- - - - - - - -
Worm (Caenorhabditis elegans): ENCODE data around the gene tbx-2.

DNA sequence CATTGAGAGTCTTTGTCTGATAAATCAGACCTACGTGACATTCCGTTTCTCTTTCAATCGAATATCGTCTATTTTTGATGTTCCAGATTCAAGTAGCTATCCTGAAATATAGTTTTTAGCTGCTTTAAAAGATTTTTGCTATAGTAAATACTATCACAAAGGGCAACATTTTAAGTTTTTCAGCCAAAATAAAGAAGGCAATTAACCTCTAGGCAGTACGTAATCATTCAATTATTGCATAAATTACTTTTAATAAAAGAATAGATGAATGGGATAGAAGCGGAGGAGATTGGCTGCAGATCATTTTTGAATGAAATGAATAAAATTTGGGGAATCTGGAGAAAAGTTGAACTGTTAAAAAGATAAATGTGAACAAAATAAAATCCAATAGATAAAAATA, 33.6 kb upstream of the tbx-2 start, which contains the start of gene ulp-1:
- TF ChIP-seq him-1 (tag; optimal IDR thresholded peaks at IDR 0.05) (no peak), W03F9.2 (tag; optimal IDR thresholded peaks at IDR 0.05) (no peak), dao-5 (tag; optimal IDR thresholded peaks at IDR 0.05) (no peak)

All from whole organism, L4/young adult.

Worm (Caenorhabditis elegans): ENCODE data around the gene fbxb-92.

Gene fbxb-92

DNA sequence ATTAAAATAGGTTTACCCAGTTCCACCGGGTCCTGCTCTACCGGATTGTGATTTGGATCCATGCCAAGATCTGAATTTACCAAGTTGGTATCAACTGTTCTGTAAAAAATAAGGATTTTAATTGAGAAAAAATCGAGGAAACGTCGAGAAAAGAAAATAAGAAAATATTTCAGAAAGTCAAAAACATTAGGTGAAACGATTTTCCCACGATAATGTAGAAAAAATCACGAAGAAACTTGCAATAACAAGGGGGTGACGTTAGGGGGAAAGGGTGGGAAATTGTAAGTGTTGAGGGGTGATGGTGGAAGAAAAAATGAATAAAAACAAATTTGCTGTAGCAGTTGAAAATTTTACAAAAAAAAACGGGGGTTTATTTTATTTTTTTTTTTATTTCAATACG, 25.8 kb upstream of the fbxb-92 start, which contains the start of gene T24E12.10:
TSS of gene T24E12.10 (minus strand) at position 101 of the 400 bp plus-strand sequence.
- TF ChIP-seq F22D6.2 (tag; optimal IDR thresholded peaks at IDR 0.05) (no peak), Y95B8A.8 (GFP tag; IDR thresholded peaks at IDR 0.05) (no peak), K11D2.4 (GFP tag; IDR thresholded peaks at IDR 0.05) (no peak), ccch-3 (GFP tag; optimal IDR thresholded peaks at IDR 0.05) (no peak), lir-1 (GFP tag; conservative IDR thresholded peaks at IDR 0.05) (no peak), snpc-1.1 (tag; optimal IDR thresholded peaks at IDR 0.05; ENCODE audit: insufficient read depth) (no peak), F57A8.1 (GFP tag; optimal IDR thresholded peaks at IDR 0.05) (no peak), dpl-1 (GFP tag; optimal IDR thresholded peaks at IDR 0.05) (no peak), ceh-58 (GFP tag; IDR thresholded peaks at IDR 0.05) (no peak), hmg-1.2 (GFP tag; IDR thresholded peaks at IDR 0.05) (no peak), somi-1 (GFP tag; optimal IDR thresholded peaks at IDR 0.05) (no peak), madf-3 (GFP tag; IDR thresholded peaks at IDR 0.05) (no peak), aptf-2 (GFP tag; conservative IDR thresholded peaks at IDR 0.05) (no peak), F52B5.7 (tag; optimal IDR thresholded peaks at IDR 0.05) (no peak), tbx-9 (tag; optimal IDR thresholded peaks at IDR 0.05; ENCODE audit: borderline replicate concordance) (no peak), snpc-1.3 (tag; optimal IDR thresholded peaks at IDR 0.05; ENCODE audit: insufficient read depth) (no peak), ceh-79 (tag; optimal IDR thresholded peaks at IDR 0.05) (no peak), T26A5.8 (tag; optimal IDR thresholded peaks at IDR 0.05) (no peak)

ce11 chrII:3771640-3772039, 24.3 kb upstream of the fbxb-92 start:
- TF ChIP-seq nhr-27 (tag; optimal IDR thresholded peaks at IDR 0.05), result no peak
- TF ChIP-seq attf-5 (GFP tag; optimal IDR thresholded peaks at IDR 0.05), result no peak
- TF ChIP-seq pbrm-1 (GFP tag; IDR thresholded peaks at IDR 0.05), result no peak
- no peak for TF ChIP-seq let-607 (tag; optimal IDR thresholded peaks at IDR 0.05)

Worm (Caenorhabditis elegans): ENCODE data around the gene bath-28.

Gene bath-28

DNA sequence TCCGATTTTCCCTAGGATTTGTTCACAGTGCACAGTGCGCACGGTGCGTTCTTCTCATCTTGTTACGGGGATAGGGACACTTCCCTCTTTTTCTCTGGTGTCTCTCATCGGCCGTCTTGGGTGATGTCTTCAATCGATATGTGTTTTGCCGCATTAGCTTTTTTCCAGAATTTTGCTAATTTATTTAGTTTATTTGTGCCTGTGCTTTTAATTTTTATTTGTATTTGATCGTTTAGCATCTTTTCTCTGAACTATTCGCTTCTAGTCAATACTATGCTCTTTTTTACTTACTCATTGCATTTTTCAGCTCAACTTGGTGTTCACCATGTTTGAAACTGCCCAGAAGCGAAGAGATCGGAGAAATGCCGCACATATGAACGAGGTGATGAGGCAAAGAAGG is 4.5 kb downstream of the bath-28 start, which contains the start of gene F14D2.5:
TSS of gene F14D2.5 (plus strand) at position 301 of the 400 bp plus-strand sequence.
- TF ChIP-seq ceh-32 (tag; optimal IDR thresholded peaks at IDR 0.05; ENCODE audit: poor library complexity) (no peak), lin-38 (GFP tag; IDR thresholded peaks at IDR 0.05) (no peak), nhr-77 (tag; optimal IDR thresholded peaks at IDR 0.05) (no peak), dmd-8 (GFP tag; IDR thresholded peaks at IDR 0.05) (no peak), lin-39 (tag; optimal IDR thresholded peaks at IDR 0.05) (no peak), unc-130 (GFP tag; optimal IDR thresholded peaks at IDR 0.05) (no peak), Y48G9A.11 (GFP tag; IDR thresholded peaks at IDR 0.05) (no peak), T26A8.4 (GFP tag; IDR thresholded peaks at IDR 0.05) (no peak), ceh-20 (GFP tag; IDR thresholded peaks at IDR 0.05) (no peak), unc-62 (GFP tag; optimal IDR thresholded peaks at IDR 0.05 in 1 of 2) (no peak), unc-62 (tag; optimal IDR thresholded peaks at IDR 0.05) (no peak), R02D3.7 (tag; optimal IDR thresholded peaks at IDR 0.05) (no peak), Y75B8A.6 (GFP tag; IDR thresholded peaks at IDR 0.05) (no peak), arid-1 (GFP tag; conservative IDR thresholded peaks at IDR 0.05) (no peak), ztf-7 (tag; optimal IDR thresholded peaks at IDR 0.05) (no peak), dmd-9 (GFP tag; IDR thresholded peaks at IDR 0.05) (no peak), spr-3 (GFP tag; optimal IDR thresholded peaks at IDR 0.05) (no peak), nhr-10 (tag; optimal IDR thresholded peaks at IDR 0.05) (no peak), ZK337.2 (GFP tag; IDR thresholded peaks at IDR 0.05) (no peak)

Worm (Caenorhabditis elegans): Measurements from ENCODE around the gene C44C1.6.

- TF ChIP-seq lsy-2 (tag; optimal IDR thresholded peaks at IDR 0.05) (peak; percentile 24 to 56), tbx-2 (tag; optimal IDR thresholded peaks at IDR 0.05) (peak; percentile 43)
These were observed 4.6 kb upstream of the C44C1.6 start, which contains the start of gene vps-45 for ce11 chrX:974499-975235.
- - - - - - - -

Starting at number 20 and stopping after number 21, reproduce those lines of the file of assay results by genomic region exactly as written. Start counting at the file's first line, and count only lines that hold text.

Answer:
Worm (Caenorhabditis elegans): Measurements from ENCODE around the gene C44C1.6.

- TF ChIP-seq lsy-2 (tag; optimal IDR thresholded peaks at IDR 0.05) (peak; percentile 24 to 56), tbx-2 (tag; optimal IDR thresholded peaks at IDR 0.05) (peak; percentile 43)